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Similarity, association and relatedness are closely-related but distinct concepts in lexical semantics. They are a big source of confusion as many researchers have been used these terms interchangeably and even datasets have been constructed without disentangling the concepts. This page aims at highlighting the difference between them and surveying the literature that has been done for the mixture of them.

Contrasting similarity, association and relatedness Edit

Relatedness is more general than similarity Edit

"It’s important to note that semantic relatedness is a more general concept than similarity; similar entities are semantically related by virtue of their similarity (bank–trust company), but dissimilar entities may also be semantically related by lexical relationships such as meronymy (car–wheel) and antonymy (hot–cold), or just by any kind of functional relationship or frequent associ- ation (pencil–paper, penguin–Antarctica, rain–flood). Computational."[1]

"Cars and gasoline would seem to be more closely related than, say, cars and bicycles, but the latter pair are certainly more similar."[2]

Similarity is different from association Edit

Relatedness includes similarity, association and many other stuffs Edit

"These relationships include not just hyponymy and the non-hyponymy relationships in WordNet such as meronymy but also associative and ad hoc relationships. As mentioned in the introduction, these can include just about any kind of functional relation or frequent association in the world.

Name Example
IS-USED-TO bed–sleep
WORKS-IN judge–court
LIVES-IN camel–desert
IS-THE-OUTSIDE-OF husk–corn
Table 6 in Budanitsky & Hirst (2006)

For the last century, many researchers have attempted to enumerate these kinds of relationships. Some elements from a typical list (that of Spellman, Holyoak, and Morrison (2001)) are shown in Table 6. Morris and Hirst (2004; 2005) have termed these non-classical lexical semantic relationships (following Lakoff’s (1987) non-classical categories), and Morris has shown in experiments with human subjects that around 60% of the lexical relationships that readers perceive in a text are of this nature (Morris, 2006). [...]

But lists of such relationships can never be exhaustive, as lexical relationships can also arise ad hoc in context (Barsalou, 1983; Barsalou, 1989) — in particular, as co-membership of an ad hoc category. For example, Morris’s subjects reported that the words sex, drinking, and drag racing were semantically related, by all being “dangerous behaviors”, in the context of an article about teenagers emulating what they see in movies. Thus lexical semantic relatedness is sometimes constructed in context and can-not always be determined purely from an a priori lexical resource such as WordNet. It’s very unclear how ad hoc semantic relationships could be quantified in any meaningful way, let alone compared with prior quantifications of the classical and non-classical relationships." [1]

"Domain" vs. "function" relations Edit

Turney[3] differentiates domain and function relations. According to him:

The intuition behind domain space is that the domain or topic of a word is characterized by the nouns that occur near it.

and

The concept of function space is that the function or role of a word is characterized by the syntactic context that relates it to the verbs that occur near it.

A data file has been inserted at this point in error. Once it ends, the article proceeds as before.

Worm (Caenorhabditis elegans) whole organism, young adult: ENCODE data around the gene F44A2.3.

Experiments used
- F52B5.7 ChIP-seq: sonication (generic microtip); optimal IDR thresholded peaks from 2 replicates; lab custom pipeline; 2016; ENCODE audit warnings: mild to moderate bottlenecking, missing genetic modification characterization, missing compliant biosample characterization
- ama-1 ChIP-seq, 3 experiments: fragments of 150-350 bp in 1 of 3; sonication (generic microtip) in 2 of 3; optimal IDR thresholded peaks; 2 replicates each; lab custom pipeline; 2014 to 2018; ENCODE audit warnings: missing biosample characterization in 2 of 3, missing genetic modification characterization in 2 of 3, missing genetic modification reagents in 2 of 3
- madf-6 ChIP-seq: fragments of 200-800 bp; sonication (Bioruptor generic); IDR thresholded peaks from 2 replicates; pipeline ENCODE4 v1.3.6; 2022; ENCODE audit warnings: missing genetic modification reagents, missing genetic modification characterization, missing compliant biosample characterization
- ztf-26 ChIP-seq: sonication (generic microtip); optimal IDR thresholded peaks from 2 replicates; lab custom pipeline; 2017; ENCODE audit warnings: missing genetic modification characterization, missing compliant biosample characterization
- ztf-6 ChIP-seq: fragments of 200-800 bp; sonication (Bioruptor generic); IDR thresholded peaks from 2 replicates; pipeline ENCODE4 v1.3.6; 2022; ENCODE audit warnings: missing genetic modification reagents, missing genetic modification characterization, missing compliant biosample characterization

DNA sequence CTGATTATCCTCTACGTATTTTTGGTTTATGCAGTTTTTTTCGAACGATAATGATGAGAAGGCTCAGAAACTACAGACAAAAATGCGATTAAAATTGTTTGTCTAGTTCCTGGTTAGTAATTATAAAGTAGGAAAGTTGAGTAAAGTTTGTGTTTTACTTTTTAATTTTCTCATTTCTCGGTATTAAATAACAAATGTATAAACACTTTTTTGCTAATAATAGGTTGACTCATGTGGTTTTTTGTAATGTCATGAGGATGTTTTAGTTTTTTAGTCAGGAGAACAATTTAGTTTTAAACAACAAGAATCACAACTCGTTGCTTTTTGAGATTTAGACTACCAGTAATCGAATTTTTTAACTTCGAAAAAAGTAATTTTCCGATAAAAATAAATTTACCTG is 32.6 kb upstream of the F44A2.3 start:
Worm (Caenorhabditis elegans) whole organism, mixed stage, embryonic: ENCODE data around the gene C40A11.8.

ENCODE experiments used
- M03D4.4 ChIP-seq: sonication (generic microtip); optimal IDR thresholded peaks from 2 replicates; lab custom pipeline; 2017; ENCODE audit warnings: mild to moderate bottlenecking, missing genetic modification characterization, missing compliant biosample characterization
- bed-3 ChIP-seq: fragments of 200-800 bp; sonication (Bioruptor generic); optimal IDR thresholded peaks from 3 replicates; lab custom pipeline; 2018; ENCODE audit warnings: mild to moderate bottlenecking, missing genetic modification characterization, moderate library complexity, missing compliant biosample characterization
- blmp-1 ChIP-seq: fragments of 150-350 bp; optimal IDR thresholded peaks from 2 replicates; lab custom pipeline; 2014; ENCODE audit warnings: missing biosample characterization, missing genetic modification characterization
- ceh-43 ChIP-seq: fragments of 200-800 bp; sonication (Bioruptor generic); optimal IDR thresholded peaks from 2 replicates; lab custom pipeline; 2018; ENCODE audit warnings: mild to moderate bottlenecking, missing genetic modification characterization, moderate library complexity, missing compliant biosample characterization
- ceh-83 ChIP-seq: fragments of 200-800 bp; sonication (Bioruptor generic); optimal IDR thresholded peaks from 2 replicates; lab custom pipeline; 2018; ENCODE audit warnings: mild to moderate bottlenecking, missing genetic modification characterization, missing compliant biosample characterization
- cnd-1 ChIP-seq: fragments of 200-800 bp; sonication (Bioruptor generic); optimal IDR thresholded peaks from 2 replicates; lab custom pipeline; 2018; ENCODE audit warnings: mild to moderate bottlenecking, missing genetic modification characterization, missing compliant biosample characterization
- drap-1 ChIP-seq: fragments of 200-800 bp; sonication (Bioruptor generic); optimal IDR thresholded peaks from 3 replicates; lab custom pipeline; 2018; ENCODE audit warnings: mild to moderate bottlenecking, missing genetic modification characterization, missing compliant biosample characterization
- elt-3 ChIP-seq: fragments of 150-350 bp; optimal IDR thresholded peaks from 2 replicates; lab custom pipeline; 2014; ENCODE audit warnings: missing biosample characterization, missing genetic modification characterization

He demonstrated that appropriate coordination of these two spaces could lead to better results than mixing them. However this distinction hasn't been used widely in other research.

Evaluation Edit

  • Theoretical examination "of a proposed measure for those mathematical properties thought desirable, such as whether it is a metric (or the inverse of a metric), whether it has singularities, whether its parameter-projections are smooth functions, and so on."[1] See Wei (1993)[4]; Lin (1998)[5]
  • Comparison with human judgments: "human judgments of similarity and relatedness are deemed to be correct by definition, this clearly gives the best assessment of the ‘goodness’ of a measure. Its main drawback lies in the difficulty of obtaining a large set of reliable, subject-independent judgments for comparison—designing a psycholinguistic experiment, validating its results, and so on."[1]
  • Application (external evaluation): "evaluate the measures with respect to their performance in the framework of a particular application. If some particular NLP system requires a measure of semantic relatedness, we can compare different measures by seeing which one the system is most effective with, while holding all other aspects of the system constant."[1]

Some approaches Edit

Path length Edit

Information content Edit

References Edit

  1. 1.0 1.1 1.2 1.3 1.4 Budanitsky, A., & Hirst, G. (2006). Evaluating WordNet-based Measures of Lexical Semantic Relatedness. Computational Linguistics, 32(August 2005), 13–47. doi:10.1162/coli.2006.32.1.13
  2. Resnik, Philip. 1995. Using information content to evaluate semantic similarity. In Proceedings of the 14th International Joint Conference on Artificial Intelligence, pages 448–453, Montreal, Canada, August.
  3. Turney, P. D. (2012). Domain and Function : A Dual-Space Model of Semantic Relations and Compositions. Journal of artificial intelligence research, 44, 533–585.
  4. Wei, Mei. 1993. An analysis of word relatedness correlation measures. Master’s thesis, University ofWestern Ontario, London, Ontario, May
  5. Lin, Dekang. 1998b. An information-theoretic definition of similarity. In Proceedings of the 15th International Conference on Machine Learning, pages 296–304, July